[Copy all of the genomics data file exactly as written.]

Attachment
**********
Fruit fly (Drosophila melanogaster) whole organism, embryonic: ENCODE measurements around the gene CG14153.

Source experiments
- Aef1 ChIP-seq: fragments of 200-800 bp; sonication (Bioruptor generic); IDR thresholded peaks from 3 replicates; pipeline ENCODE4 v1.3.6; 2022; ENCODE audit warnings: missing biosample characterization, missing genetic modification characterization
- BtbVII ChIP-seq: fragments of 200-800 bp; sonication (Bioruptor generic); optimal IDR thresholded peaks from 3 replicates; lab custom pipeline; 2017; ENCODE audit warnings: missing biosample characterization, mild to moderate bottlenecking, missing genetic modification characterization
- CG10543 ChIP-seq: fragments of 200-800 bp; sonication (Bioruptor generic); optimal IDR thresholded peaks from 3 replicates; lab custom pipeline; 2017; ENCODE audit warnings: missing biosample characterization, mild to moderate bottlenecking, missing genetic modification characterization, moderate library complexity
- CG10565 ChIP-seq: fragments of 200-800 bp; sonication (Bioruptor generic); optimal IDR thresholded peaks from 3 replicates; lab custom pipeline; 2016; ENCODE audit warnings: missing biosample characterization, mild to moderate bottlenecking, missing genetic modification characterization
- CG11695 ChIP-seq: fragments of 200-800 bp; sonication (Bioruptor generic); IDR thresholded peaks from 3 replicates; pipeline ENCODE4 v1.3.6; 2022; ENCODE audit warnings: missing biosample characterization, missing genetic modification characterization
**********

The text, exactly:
Fruit fly (Drosophila melanogaster) whole organism, embryonic: ENCODE measurements around the gene CG14153.

Source experiments
- Aef1 ChIP-seq: fragments of 200-800 bp; sonication (Bioruptor generic); IDR thresholded peaks from 3 replicates; pipeline ENCODE4 v1.3.6; 2022; ENCODE audit warnings: missing biosample characterization, missing genetic modification characterization
- BtbVII ChIP-seq: fragments of 200-800 bp; sonication (Bioruptor generic); optimal IDR thresholded peaks from 3 replicates; lab custom pipeline; 2017; ENCODE audit warnings: missing biosample characterization, mild to moderate bottlenecking, missing genetic modification characterization
- CG10543 ChIP-seq: fragments of 200-800 bp; sonication (Bioruptor generic); optimal IDR thresholded peaks from 3 replicates; lab custom pipeline; 2017; ENCODE audit warnings: missing biosample characterization, mild to moderate bottlenecking, missing genetic modification characterization, moderate library complexity
- CG10565 ChIP-seq: fragments of 200-800 bp; sonication (Bioruptor generic); optimal IDR thresholded peaks from 3 replicates; lab custom pipeline; 2016; ENCODE audit warnings: missing biosample characterization, mild to moderate bottlenecking, missing genetic modification characterization
- CG11695 ChIP-seq: fragments of 200-800 bp; sonication (Bioruptor generic); IDR thresholded peaks from 3 replicates; pipeline ENCODE4 v1.3.6; 2022; ENCODE audit warnings: missing biosample characterization, missing genetic modification characterization